Pay day for a GLD lawyer
The morale of government lawyers has hit "rock bottom" after a pay freeze by HM Treasury.
Government lawyers have been worked to the bone thanks to Brexit. "The workload has been crushing and relentless at times for many" in the Goverment Legal Department (GLD) with "some working shifts on Brexit works, including the support staff", an insider told RollOnFriday.
Having "working their nuts off" for "peanuts" the GLD pursued a business case for two years with the Treasury to address issues concerning pay and recruitment. But in a "complete kick in the face" for the GLD lawyers, the case was rejected.
Management told all GLD lawyers and staff they would be subjected to a pay freeze for the next two years. The announcement was particularly clumsy, opined a source, as it contained a link to a charity to give staff financial support if they needed it. And also a picture of the "smiling, happy GLD executive board":
"Honestly, we're as disappointed as you : ) "
GLD lawyers cited other lawyers in the civil service being "paid significantly more”. 'Grade 7' GLD lawyers (which includes lawyers of around 3 to 12 years' PQE) are paid £50,000. But their legal peers in other government departments can earn up to £20k more. And GLD lawyers with a senior leadership role are paid £63,000, compared to elsewhere in the civil service where they can receive salaries of £80,000 to £90,000, said the source.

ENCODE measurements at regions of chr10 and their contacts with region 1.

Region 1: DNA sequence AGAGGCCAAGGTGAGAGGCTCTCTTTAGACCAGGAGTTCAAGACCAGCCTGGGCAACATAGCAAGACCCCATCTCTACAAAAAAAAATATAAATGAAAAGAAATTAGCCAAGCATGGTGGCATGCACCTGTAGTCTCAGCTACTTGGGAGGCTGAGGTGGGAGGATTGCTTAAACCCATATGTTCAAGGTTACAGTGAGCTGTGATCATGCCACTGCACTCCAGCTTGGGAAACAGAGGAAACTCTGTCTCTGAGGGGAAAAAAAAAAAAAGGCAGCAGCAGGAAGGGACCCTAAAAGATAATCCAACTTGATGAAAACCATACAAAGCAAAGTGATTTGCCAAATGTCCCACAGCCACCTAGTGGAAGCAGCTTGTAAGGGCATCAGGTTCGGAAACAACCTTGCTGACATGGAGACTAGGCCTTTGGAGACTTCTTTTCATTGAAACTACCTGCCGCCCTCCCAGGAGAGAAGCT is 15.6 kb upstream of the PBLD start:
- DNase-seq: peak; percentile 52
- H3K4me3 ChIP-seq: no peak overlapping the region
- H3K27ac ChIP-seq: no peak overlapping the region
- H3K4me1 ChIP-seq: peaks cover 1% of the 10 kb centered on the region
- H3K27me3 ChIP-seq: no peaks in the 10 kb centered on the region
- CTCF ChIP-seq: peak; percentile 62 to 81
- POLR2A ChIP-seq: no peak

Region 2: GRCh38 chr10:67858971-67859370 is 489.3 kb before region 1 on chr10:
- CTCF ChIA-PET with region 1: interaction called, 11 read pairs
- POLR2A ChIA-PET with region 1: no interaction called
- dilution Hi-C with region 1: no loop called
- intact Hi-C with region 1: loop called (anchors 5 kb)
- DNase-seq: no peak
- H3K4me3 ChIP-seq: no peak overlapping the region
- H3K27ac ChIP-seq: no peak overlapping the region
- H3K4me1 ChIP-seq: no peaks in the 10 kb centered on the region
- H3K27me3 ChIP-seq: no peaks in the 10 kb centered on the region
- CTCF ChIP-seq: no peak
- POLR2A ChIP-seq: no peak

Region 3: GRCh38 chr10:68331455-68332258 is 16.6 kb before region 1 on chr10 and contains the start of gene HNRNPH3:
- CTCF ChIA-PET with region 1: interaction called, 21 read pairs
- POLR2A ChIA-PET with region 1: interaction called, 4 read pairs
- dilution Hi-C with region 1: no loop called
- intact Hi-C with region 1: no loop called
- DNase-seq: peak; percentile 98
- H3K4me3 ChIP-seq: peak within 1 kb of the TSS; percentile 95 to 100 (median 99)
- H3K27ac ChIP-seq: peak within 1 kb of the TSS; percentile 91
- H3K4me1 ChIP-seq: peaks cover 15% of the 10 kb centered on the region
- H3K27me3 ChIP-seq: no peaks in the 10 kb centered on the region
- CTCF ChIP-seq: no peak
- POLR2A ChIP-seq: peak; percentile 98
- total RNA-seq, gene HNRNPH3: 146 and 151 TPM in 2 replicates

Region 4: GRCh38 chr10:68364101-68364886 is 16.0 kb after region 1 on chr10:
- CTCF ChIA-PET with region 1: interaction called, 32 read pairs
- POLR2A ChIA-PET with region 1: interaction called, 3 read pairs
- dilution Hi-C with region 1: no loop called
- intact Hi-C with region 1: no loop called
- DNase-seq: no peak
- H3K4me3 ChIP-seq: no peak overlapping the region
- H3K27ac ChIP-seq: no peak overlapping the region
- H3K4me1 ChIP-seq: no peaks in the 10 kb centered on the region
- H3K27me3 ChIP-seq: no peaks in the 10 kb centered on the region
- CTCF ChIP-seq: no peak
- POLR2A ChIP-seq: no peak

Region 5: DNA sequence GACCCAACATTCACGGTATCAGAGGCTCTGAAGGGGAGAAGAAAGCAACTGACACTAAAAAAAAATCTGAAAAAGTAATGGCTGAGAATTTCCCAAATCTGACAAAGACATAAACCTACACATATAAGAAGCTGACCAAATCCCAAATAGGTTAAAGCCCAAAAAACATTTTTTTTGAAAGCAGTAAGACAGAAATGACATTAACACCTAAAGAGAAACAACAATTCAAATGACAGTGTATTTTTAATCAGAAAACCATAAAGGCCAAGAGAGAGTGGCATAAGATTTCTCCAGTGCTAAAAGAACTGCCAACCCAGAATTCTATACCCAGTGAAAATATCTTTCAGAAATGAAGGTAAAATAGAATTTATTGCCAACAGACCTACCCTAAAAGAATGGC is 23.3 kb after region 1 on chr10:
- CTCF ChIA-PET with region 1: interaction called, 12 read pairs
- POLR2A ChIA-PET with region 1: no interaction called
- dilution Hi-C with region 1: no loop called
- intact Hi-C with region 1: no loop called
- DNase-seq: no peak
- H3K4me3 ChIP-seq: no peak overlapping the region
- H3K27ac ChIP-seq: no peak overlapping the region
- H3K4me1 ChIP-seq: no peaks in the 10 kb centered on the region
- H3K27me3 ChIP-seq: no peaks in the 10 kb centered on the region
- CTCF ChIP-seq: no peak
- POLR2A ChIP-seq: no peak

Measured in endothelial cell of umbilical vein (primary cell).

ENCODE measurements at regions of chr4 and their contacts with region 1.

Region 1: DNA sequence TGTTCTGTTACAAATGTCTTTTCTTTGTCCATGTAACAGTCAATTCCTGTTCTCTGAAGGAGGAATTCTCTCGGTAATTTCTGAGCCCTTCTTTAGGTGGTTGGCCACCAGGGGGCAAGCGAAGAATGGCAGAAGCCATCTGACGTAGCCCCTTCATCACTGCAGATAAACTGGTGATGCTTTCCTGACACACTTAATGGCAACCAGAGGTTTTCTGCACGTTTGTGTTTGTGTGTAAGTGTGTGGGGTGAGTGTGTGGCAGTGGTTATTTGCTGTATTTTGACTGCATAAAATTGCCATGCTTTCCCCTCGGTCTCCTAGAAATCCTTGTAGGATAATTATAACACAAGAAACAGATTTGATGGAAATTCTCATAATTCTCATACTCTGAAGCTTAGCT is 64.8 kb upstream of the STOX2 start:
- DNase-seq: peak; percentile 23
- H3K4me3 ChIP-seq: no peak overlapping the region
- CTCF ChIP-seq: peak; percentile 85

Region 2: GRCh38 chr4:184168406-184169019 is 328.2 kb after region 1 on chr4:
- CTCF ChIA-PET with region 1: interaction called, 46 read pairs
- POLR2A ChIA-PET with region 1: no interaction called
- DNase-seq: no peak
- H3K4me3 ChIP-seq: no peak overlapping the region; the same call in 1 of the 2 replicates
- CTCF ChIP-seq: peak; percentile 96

To rub salt in the wound, a GLD lawyer noted that another department, HMRC, had recently agreed a substantial pay rise for their staff of 13% over three years; despite making a case for a pay rise on "similar grounds" to the GLD.
"Truth be told I have no idea why anyone would want to work here longer than they have to", said a source who felt they were being shafted on pay. They added that, ironically, the department had published a "corporate vision" which stated the GLD was "a brilliant place to work...ensuring our people are fairly rewarded for the work they do".
A GLD spokesman said: “GLD has for some time pursued a pay business case with Cabinet Office and Treasury. The aim of the business case was to deal with some of the fundamental issues we face with pay and recruitment. The rejection of the case was based on a financial decision in the context of the current economic situation and public sector spending constraints."
“GLD will now implement the Civil Service Pay Remit 2020 and will be utilising the full 2.5% increase allowable under the pay remit. GLD accept the decision and the reasons given, and continue to be committed to addressing the key issues with regard to recruitment and pay.”
A source said the pay remit was not cause for celebration since it related to the last financial year. And still had not been paid. “The last payrise I got was 1% in 2019”, he said. In which case, for the good of their health, GLS lawyers should not read this.